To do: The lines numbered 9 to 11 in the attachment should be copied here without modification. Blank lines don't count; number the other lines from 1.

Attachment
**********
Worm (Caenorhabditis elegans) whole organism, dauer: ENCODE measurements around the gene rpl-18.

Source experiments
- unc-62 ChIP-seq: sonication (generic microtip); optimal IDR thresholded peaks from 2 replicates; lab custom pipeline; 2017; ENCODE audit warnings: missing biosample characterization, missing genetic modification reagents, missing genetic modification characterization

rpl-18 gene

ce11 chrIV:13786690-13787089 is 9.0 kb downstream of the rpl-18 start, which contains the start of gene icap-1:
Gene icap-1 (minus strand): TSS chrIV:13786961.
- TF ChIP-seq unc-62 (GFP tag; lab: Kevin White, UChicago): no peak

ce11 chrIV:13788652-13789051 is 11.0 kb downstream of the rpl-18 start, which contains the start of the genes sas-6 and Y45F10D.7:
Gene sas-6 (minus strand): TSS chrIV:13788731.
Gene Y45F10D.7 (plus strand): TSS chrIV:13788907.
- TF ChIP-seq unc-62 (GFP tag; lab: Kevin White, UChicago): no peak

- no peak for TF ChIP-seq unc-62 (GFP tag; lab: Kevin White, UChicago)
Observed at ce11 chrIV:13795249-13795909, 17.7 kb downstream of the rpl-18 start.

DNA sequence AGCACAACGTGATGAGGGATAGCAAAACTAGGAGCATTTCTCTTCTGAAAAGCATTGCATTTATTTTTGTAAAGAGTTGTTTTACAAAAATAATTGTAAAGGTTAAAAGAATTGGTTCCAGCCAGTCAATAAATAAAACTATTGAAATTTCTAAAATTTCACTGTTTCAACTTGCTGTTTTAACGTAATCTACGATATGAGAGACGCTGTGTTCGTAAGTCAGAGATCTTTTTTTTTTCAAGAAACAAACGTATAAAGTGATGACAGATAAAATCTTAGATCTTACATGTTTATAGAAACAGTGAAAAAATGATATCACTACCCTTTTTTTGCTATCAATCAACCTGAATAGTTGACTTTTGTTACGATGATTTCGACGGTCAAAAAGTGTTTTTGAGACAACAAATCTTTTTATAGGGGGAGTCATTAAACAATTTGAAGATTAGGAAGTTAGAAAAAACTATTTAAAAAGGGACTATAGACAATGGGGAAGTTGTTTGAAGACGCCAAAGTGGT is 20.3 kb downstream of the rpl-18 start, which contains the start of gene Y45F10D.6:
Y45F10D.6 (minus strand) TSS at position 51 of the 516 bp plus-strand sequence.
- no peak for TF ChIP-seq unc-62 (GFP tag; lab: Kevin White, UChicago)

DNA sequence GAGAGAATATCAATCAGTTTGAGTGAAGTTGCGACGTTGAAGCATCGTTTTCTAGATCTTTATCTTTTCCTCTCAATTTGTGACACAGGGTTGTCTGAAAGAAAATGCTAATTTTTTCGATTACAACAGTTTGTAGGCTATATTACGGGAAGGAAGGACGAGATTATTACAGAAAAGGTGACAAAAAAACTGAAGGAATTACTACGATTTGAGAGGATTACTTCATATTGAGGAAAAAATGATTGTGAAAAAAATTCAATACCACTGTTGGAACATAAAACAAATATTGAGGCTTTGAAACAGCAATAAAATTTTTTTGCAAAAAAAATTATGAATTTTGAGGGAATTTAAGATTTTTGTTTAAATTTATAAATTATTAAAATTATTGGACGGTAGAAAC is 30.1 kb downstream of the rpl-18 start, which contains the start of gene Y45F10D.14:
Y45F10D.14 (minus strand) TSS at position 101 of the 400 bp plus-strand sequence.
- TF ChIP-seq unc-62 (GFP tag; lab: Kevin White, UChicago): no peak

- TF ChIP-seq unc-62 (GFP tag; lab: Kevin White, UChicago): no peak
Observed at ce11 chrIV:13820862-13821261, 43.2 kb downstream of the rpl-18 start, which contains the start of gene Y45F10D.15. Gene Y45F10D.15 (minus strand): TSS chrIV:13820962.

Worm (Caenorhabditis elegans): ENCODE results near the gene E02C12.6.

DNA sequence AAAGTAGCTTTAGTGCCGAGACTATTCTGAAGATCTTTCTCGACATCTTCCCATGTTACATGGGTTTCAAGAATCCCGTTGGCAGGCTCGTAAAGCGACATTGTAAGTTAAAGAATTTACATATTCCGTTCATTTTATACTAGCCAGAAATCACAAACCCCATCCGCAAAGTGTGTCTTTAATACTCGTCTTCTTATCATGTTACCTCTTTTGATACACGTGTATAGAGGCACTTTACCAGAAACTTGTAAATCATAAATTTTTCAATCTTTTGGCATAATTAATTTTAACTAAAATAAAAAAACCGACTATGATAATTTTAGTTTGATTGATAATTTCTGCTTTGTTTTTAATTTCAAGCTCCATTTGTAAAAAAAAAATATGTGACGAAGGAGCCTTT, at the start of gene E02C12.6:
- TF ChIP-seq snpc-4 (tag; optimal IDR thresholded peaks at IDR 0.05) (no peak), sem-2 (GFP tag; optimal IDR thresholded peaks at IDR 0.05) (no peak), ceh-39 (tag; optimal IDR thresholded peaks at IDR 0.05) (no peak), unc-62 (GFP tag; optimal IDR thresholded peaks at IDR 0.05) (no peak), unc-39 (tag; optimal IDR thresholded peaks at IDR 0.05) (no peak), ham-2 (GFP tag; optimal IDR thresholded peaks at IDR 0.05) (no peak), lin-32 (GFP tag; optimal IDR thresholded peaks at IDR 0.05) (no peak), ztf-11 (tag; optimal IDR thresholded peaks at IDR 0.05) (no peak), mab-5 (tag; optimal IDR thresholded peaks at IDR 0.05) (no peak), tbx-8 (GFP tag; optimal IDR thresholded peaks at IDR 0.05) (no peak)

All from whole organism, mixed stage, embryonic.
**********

Gene sas-6 (minus strand): TSS chrIV:13788731.
Gene Y45F10D.7 (plus strand): TSS chrIV:13788907.
- TF ChIP-seq unc-62 (GFP tag; lab: Kevin White, UChicago): no peak